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Geremie R. Barme and Richard Gordon's informative and richly illustrated survey of China's Great Proletarian Cultural Revolution attempts a coherent history of what looks in retrospect like an outbreak of national madness. Erupting in 1964 in the wake of Chairman Mao Tse-Tung's disastrous "Great Leap Forward," and lasting until Mao's death in 1976, the Cultural...read more

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Reviewed by Ken Fox
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Geremie R. Barme and Richard Gordon's informative and richly illustrated survey of China's Great Proletarian Cultural Revolution attempts a coherent history of what looks in retrospect like an outbreak of national madness. Erupting in 1964 in the wake of Chairman Mao Tse-Tung's disastrous "Great Leap Forward," and lasting until Mao's death in 1976, the Cultural Revolution was conceived as a means of revitalizing the spirit of Mao's 1949 people's rebellion, a revolution whose appeal was fast fading under pressure of persistent poverty and widespread famine that had by the early 1960s become endemic throughout the Chinese countryside. The new revolutionary spirit was taken up by the first generation of Chinese youth weaned on such propaganda extravaganzas as the 1964 stage spectacular The East Is Red (Barme and Gordon's film opens with footage of this extraordinary display), but soon devolved into a reign of terror whose ferocity might have given Robespierre pause. Indelible images from this baffling period in China's long, strange trip through the second half of the 20th century have come to symbolize Mao's China: Thousands of fervid Chinese in thrall to the cult of personality surrounding their fearless leader, crowded into Tiananmen Square waving their Little Red Books. Hapless artists, intellectuals, former capitalists and other suspected "counterrevolutionaries" forced to wear signs around their necks advertising their "crimes" being beaten — sometimes to death — by their neighbors and roving bands of teenaged Red Guards. Replete with powerful first-person accounts from various sectors of Chinese society, the film brilliantly mixes footage of the Revolution's Commie-kitsch propaganda with the reality of contemporary photographs. Witnesses range from Wang Guangmei, the widow of China's imprisoned president, Liu Shaoqi, targeted as people's enemy number one, and his daughter, Liu Ting; to Luo Xiaohai, a founding member of the original group of high-school students who, dissatisfied with China's educational system, sought to drive the "anti-Party conspiracy" from their schools and became known as the dreaded Red Guard. And while a deeper analysis of the ways in which Party Central used the Red Guards to further their own ends would have been appreciated, the film offers an invaluable overview of a national tragedy that continues to boggle the mind. (In English and Mandarin, with English subtitles.)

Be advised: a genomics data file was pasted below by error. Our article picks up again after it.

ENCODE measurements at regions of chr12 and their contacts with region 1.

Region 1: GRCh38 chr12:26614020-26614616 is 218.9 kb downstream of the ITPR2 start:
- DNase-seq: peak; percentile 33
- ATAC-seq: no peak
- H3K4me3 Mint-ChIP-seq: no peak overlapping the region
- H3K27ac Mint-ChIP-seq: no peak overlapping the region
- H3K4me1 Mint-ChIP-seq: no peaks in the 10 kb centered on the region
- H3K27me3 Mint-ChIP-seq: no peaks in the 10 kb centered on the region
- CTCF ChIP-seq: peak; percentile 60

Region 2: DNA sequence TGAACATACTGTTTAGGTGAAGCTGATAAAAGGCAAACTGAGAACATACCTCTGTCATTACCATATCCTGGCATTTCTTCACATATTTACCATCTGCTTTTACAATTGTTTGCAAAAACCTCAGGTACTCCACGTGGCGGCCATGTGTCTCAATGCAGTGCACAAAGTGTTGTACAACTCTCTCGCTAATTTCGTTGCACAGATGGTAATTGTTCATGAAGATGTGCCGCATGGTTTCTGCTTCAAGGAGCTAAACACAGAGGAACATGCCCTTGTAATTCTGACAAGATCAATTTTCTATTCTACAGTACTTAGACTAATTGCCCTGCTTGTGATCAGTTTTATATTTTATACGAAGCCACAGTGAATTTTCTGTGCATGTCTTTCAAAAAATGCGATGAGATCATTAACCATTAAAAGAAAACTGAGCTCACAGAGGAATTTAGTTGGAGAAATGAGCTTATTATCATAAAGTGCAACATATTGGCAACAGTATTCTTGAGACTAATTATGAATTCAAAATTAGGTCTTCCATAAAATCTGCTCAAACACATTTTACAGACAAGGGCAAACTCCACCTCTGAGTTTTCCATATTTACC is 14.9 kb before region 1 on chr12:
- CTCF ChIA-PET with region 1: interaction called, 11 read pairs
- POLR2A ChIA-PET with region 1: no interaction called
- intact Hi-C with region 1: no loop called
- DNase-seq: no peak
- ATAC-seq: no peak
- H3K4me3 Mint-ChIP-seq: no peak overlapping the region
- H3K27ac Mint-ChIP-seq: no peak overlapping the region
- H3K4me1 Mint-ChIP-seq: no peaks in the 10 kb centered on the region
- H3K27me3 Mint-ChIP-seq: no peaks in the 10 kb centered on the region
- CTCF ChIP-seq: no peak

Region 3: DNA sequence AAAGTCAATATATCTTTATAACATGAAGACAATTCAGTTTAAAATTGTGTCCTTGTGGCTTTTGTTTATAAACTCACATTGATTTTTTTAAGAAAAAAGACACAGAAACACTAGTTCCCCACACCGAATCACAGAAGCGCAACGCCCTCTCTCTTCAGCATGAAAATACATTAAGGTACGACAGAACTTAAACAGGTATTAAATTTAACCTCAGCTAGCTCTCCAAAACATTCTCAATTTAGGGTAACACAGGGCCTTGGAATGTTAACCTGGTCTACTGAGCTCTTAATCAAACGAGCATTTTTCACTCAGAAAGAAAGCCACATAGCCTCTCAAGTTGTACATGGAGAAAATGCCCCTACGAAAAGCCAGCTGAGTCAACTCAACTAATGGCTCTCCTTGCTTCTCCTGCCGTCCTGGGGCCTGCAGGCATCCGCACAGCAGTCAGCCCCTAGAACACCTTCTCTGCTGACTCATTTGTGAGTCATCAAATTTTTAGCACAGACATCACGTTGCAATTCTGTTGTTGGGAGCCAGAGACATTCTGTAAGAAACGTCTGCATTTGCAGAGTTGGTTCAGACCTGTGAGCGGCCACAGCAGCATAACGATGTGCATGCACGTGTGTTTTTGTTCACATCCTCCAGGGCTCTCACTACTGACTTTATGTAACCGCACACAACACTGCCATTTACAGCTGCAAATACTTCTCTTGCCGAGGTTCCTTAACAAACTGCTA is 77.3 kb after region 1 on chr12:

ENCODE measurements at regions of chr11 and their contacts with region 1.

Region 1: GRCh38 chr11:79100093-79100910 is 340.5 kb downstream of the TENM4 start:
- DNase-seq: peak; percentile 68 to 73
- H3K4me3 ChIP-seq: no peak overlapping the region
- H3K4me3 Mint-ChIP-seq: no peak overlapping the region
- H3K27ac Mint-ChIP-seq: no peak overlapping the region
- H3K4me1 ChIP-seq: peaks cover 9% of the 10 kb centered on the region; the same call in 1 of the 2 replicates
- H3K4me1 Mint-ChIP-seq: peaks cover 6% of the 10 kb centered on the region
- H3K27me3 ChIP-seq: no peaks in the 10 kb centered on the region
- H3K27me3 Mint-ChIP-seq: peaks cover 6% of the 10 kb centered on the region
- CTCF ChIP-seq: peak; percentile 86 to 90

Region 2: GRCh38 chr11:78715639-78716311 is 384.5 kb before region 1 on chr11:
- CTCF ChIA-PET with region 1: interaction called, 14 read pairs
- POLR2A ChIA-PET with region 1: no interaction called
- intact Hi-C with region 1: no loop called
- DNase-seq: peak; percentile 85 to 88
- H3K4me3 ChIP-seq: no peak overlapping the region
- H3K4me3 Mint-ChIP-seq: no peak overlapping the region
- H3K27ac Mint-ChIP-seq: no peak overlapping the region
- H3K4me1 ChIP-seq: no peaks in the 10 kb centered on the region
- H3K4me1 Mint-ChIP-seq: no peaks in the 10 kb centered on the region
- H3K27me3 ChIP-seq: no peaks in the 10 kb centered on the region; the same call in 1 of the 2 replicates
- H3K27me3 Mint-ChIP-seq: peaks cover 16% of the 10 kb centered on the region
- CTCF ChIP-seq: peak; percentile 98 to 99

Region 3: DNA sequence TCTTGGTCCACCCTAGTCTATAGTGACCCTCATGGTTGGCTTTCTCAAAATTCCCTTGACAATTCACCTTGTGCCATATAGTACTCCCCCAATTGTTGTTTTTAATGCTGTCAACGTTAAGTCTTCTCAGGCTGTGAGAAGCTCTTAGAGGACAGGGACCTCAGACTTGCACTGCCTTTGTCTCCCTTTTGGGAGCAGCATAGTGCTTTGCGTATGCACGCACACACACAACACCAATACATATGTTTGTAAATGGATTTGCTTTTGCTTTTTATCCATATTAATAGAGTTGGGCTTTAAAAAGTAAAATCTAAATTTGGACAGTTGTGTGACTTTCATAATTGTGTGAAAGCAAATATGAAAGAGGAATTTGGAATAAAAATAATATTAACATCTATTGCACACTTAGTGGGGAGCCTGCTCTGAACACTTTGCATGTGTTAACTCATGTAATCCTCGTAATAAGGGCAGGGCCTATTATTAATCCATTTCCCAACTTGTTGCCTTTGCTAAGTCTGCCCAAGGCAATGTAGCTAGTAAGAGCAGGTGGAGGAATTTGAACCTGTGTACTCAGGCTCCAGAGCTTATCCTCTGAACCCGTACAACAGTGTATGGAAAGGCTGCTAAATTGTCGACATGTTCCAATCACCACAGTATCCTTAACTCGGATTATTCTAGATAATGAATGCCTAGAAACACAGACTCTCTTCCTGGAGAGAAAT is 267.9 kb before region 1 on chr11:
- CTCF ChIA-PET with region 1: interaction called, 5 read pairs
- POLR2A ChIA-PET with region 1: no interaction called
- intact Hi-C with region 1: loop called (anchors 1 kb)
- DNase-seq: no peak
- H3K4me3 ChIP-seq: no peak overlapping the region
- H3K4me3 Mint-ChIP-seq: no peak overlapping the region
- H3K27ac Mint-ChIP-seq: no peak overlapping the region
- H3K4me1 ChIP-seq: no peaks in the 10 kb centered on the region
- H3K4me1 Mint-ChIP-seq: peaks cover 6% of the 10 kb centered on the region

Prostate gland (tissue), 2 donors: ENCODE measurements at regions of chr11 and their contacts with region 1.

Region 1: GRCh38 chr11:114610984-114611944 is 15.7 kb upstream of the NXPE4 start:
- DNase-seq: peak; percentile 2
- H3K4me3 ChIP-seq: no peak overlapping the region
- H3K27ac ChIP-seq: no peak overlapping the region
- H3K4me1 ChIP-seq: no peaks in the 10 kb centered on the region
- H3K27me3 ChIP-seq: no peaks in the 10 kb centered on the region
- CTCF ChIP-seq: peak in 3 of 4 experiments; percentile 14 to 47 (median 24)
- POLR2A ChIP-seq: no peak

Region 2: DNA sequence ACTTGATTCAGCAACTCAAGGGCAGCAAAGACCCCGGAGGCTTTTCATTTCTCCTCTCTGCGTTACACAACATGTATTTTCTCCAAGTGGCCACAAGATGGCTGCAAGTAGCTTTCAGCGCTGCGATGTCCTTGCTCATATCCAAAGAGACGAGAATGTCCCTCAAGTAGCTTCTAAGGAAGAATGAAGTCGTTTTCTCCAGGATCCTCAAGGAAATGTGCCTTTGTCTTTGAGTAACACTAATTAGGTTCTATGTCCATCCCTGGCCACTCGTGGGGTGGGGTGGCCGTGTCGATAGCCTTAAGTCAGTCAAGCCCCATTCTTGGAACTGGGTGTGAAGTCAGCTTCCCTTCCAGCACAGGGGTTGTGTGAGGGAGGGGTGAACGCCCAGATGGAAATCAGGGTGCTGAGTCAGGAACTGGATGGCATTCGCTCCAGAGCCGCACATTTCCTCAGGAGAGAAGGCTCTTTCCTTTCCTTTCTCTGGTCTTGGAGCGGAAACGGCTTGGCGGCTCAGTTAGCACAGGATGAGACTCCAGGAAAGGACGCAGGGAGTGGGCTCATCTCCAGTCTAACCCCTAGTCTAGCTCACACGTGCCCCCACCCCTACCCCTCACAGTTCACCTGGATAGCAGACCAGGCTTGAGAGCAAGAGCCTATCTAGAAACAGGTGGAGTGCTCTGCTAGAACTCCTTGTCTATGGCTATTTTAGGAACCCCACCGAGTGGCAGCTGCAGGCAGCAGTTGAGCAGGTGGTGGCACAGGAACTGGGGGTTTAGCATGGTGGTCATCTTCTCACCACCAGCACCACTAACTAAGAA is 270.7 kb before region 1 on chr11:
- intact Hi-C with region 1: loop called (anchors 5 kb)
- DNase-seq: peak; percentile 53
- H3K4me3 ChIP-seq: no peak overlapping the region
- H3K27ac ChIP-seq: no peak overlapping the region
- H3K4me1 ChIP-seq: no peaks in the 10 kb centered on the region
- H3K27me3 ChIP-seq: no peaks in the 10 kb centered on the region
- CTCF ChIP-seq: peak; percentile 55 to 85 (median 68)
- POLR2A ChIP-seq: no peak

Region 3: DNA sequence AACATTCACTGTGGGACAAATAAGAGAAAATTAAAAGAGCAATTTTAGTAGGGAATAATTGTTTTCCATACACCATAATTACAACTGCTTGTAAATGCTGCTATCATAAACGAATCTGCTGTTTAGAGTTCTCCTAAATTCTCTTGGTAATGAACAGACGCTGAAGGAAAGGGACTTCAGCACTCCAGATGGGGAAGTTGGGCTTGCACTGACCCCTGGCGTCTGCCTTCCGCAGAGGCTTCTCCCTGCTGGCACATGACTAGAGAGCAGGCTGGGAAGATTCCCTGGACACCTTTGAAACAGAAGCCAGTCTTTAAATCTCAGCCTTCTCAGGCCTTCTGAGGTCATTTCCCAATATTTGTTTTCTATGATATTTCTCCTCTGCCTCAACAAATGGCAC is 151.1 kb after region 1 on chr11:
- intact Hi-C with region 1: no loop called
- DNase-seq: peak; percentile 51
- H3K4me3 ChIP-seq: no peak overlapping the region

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  • Released: 2003
  • Rating: NR
  • Review: Geremie R. Barme and Richard Gordon's informative and richly illustrated survey of China's Great Proletarian Cultural Revolution attempts a coherent history of what looks in retrospect like an outbreak of national madness. Erupting in 1964 in the wake of C… (more)

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